For those of you who haven’t taken a Yale tour in the past 7 years, please take a moment of your time to watch this video. 17 minutes of cringe can be too much for some so please view at your own discretion (three minutes or so should do the trick).
Now that you’ve had the chance to watch (and can from now on never un-see or un-hear) the affront to all things art that is “That’s Why I Chose Yale,” let’s debrief.
Yale admissions first started showing the video in 2010 to kick off the information session portion of their campus tours and has been running it ever since. That’s right, every single high schooler who has toured Yale since 2010 has had to sit through this crap, myself included. I remember it vividly: just after stepping over what felt like hundreds of New Haven’s homeless population on my way to the auditorium where the info session was being held, my dad and I arrived late to the meeting only to be immediately assaulted with a smug face singing “Every day I’d debate, where to matriculate.”
I felt like turning around and leaving right then and there.
But I chose to stay and power through, regretting with each passing minute the decision I had made.
So what is it that’s so wrong with this video? Is it not a valiant attempt to make the typically boring information engaging and entertaining for prospective students who have probably sat through dozens of other tours already?
Well, first off, the entire tone of the thing is off. It seems to understand to the slightest degree its absurdity and is accordingly somewhat tongue-in-cheek. But all this fails because it soon becomes abundantly clear that the video as a whole is intended to be a serious introduction to what the school has to offer and that any humor is simply a misguided attempt to justify how stupid the whole thing is.
Another thing that drives me crazy about the video is how bad the lyric writing is. Conveying information through rhyme is no easy task, and the video’s answer to solving this problem is to state the information that is important and then rhyme it with something incredibly superfluous. Take for instance at 4:11 when a guy sitting in a common room sings: “Each [residential college] has a common room, which we could not live without, to study or to meet in groups or simply to hang out.” The only useful information in that sentence is that each college has a common room, which, as On Harvard Time’s spoof points out, is “kind of like student dorms at every f***ing school,” and then the rest of the rhyme is just useless information and a complete waste of time. I could cite numerous other examples of this (pretty much every other line does it) but there’s not enough room in this column to fit them all.
My favorite moment in the video would have to be when a young and extremely orange Allison Williams (who would go on to star in the hit HBO series Girls as Marnie Michaels) sings: “Master’s teas are a chance to see, all your favorite celebrities,” only to cut to an example of one of these celebrities, Allison’s father and disgraced former NBC Nightly News anchor Brian Williams. I know it’s slightly hypocritical of me to criticize, seeing as the only celebrity Duke can ever seem to get to come to anything is Grant Hill, but is Brian Williams really the best person that Yale could get? And even if it was, did they really need to have him be sung about by his daughter?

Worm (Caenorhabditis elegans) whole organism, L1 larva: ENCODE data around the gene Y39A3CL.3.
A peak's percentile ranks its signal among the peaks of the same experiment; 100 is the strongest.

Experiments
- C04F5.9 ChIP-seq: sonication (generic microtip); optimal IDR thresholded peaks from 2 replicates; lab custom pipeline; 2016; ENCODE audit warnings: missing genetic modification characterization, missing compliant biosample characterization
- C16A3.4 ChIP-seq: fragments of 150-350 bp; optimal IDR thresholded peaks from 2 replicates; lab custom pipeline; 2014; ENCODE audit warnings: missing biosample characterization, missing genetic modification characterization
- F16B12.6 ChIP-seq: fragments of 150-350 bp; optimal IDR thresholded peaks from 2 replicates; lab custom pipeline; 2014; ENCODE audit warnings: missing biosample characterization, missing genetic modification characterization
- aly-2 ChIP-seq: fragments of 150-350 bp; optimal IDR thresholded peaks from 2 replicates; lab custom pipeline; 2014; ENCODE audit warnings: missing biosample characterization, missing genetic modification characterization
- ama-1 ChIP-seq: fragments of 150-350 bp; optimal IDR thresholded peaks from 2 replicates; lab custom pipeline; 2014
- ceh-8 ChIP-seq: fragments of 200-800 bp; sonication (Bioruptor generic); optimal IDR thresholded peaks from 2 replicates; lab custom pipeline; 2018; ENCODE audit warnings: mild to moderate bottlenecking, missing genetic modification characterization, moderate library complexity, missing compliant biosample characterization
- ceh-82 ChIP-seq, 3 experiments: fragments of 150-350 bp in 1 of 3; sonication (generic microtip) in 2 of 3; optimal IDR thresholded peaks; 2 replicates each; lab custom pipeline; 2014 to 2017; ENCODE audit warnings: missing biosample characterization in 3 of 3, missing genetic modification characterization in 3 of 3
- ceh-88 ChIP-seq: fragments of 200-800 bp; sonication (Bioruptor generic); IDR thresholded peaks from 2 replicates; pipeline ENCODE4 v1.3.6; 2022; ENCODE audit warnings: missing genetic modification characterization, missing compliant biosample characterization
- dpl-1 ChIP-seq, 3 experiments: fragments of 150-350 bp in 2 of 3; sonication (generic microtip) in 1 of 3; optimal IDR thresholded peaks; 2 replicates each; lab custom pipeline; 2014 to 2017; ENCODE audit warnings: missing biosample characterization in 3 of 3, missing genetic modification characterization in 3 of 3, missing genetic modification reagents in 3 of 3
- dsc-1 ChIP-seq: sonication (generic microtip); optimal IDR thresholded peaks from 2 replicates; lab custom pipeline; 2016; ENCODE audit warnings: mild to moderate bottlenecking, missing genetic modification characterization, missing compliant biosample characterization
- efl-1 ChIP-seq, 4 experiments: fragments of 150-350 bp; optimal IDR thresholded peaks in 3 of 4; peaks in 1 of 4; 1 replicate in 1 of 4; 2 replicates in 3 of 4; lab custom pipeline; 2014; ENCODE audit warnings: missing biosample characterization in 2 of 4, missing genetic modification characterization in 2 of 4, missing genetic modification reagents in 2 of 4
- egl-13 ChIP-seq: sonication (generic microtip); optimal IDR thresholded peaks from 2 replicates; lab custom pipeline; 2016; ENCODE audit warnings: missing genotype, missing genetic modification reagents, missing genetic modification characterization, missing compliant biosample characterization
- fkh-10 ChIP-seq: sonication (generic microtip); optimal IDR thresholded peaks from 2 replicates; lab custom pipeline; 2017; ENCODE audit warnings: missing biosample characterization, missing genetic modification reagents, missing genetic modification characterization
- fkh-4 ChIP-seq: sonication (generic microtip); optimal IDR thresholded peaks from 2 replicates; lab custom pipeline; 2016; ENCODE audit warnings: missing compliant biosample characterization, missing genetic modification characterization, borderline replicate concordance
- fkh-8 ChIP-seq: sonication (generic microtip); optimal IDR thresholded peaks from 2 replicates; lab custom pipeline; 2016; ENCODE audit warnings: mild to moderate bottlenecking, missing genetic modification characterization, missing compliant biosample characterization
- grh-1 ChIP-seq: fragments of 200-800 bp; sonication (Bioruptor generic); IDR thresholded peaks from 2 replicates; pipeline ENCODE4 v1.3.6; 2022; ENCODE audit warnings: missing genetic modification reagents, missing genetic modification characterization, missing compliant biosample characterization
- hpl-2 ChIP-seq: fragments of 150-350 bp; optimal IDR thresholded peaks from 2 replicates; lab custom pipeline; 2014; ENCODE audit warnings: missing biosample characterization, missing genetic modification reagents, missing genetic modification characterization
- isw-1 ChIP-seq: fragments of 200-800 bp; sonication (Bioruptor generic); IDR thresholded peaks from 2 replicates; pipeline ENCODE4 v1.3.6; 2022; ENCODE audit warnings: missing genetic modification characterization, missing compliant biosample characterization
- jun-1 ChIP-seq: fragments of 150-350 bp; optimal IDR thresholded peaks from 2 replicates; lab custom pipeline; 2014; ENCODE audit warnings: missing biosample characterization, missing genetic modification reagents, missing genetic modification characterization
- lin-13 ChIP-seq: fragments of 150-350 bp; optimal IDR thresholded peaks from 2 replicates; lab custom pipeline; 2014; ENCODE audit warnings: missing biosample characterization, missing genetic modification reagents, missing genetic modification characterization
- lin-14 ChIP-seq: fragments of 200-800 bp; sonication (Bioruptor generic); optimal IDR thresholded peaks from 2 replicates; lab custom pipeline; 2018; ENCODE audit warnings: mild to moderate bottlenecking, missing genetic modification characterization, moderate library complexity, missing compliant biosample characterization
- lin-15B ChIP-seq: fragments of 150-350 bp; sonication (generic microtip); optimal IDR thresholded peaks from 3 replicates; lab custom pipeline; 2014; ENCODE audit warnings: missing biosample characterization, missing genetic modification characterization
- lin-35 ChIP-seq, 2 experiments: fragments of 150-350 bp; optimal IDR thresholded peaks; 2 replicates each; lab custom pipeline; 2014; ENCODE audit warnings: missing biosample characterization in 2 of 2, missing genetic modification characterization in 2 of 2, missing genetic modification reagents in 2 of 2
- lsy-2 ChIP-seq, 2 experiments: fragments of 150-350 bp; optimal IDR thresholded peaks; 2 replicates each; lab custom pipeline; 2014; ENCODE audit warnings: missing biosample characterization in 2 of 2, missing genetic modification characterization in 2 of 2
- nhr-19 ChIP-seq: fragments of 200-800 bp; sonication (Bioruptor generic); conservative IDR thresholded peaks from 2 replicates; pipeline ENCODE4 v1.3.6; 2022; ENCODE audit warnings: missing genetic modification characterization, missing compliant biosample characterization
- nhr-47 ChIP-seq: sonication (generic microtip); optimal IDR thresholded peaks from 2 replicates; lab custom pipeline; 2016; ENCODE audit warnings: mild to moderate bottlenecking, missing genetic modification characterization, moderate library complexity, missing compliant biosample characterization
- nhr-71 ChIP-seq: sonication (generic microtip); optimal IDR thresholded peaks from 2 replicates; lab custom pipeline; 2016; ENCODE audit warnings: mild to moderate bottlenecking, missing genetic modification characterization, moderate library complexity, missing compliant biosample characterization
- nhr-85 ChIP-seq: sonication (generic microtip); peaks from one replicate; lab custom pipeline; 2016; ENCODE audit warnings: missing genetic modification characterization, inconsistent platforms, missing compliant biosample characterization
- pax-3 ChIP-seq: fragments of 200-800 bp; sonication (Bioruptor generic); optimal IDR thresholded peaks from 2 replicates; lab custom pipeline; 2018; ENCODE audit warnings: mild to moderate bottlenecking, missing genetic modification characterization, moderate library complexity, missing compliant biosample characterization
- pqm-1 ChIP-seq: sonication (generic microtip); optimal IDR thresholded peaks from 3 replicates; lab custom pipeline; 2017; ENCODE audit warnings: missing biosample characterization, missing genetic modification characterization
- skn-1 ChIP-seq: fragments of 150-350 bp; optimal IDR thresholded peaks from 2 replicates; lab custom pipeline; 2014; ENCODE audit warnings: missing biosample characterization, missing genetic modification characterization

Look, not everything about the video is bad. The scale and production of it is pretty impressive, far better than anything Duke could pull off, and albeit cringy, the video is more entertaining than hearing someone speak over a slideshow.
But the video is fundamentally flawed for two reasons in my opinion. Firstly, it’s 17 minutes long and covers mostly information gone over afterwards in the info session or later on the tour. No matter how entertaining the thing could be, it will always be a waste of time. Secondly, the video has the potential to show artistically inclined students what Yale is capable of in that regard, but anyone with any ounce of artistic ability sees that this video is terrible. It achieves the complete opposite of what it sets out to do.
For me personally, I wouldn’t say that the video necessarily turned me off of applying to Yale; Yale wasn’t the right place for me regardless. But I will say that it gave me a really bad first impression of the school, an impression that has since then morphed into a meme of sorts among my family and friends. Nearly four years later, I still find that the phrase “And that’s why I chose Yale” in song form will pop into my head on occasion.
So you can understand why I was thrilled to hear that on December 8, 2017, Yale admissions announced that it planned to replace the old video with a new one called “That’s Why I Toured Yale.”
Upon watching the video, I was simultaneously extremely disappointed and impressed.
Disappointed because the new video was not the hilarious disaster I was expecting it to be. The video is no longer a musical and is devoid of almost all the cheese with which the original was imbued.
Impressed because this new video fixed almost everything I took issue with in the original. It’s half the length, filled with useful information, and doesn’t crash and burn as it attempts to make unfunny joke after unfunny joke.
I will forever miss the original video, but I’m happy that Yale was able to learn from its mistakes and create a product that I think has the potential to make traditional college tours more exciting and engaging. Who knows, maybe if I had seen this new video when I was on my tour, I would have chosen Yale.
Sami Kirkpatrick is a Trinity sophomore. His column, "worms in space," runs on alternate Fridays.
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Sami Kirkpatrick is a Trinity sophomore. His column, "worms in space," runs on alternate Wednesdays.